Byron Bay Writers Festival 2010 diary, part 2

A sun-drenched and possibly superficial series of blog posts

On Friday I had my first three panels. I won’t go into too much detail, but there were highlights – such as being on stage alongside Tom Cho on one, and Krissy Kneen on another (and not as a chair, but fellow writer); meeting Susan Wyndham, literary editor of the Sydney Morning Herald; and getting to hear Susan Maushart’s and Alvin Pang’s differing takes on social media. Susan took her family ‘off the grid’, away from technology for six months – and that time is recorded in her book The Winter of Our Disconnect. She’s also incredibly smart, funny and lovely. Susan and Alvin spoke about a divide between the ‘real’ and ‘online’ worlds and selves. I spoke about that divide not existing so definitely for me – that I didn’t really think about my online activity so much as being separate from my real life, that it was more integrated for me.

Another highlight was my afternoon session, on which I chaired Kirsten Tranter, Brenda Walker and Georgia Blain – talking about books and family. Each author had literary influences in their lives as children, particularly their literary mothers. Kirsten and Brenda even run their manuscripts by their mothers and take on board their criticism – Georgia was fascinated by this as she felt she couldn’t really do that. We spoke about favourite books, too, and childhood memories of books (such as illustrated fairytales). I loved getting to chat to these three talented authors about personal and professional crossovers.

Later, at the close of the festival, author Marele Day pulled me aside and said she’d caught the session and that she wanted to tell me what a great job I was doing chairing. I can’t say how wonderful this is to hear. When you’re up there on stage, often you have no idea how you’re going. You are juggling your knowledge of the books, with the topic, with the author personalities, with audience interest – it’s a balancing act. And you must guide, but also take up the authors on interesting points, and make sure they each get enough air-time. So, thanks, Marele, and other audience members who let me know what worked over the festival. I appreciate it.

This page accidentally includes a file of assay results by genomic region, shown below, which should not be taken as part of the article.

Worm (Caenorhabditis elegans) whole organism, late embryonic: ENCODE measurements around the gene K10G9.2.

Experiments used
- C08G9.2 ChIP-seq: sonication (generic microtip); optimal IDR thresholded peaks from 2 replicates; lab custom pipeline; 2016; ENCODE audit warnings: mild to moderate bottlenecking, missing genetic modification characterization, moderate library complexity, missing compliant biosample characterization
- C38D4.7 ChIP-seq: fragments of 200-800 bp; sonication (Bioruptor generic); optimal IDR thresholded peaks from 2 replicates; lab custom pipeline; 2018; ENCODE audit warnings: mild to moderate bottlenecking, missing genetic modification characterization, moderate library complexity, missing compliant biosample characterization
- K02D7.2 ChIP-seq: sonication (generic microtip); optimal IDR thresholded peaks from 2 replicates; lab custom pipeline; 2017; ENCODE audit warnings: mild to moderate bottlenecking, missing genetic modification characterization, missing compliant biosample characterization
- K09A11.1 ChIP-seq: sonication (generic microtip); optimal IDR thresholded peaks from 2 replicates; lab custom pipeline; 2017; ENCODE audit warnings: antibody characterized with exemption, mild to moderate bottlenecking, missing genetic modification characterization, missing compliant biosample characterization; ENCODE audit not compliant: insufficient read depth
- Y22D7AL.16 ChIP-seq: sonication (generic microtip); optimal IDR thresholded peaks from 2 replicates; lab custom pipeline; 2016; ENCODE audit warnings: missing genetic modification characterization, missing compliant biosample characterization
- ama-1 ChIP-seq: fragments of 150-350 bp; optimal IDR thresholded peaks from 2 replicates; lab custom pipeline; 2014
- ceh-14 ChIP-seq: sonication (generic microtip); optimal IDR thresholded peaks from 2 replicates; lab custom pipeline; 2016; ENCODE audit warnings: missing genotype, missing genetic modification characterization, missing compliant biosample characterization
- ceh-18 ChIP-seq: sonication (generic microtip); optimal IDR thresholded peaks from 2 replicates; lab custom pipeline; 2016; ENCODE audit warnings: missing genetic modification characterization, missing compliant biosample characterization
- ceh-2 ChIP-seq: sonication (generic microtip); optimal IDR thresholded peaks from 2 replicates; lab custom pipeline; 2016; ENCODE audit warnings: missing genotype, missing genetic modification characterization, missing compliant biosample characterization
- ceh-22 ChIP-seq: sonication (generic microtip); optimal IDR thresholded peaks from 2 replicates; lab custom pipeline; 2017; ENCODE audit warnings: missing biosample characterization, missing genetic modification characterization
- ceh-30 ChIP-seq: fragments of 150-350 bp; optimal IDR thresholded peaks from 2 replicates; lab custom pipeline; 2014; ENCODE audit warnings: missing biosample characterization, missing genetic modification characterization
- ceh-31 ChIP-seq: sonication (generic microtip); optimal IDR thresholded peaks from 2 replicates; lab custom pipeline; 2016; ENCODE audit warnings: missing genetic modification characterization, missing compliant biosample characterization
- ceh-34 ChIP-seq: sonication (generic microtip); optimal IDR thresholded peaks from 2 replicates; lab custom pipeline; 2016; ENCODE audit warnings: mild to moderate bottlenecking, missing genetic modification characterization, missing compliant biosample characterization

On Friday night I was lucky enough to be invited along to a small dinner with a few Text Publishing authors, dapper publisher Michael Heyward and publicist Jane Novak. Michael Cathcart (The Water Dreamers) was there, and his wife/partner Hannie Rayson, the playwright – what a charming pair. Susan Maushart was there, and my friends Dan Ducrou and Krissy Kneen. The steak was amazing and the conversation ranged from ’70s arthouse/erotic films to the way social media is influencing publishing. Half-way through, Dan got a text from his girlfriend, the wonderful Phoebe Bond. She had just attended the Bret Easton Ellis event with Ramona Koval and reported that he’d been very misbehaved. We awaited her arrival to get the full story.

Over the next few days I only heard snippets of the story, so this is all second-hand, but it will be played on Radio National’s The Book Show so you can make up your own minds. Many people thought he was being a wanker – tapping his feet, looking around and talking about how hot Delta Goodrem was. Some others thought Ramona was being antagonistic and should have followed along, playfully. (Again, this is all second-hand.) Many thought it was performative. I think he was being absurd, which I like, but then I really like Ramona, too, and can imagine how hard it would have been! She’s one of our most experienced interviewers and broadcasters. Anyway, enough speculation. Were any of you there? Can you give us your opinion in the comments?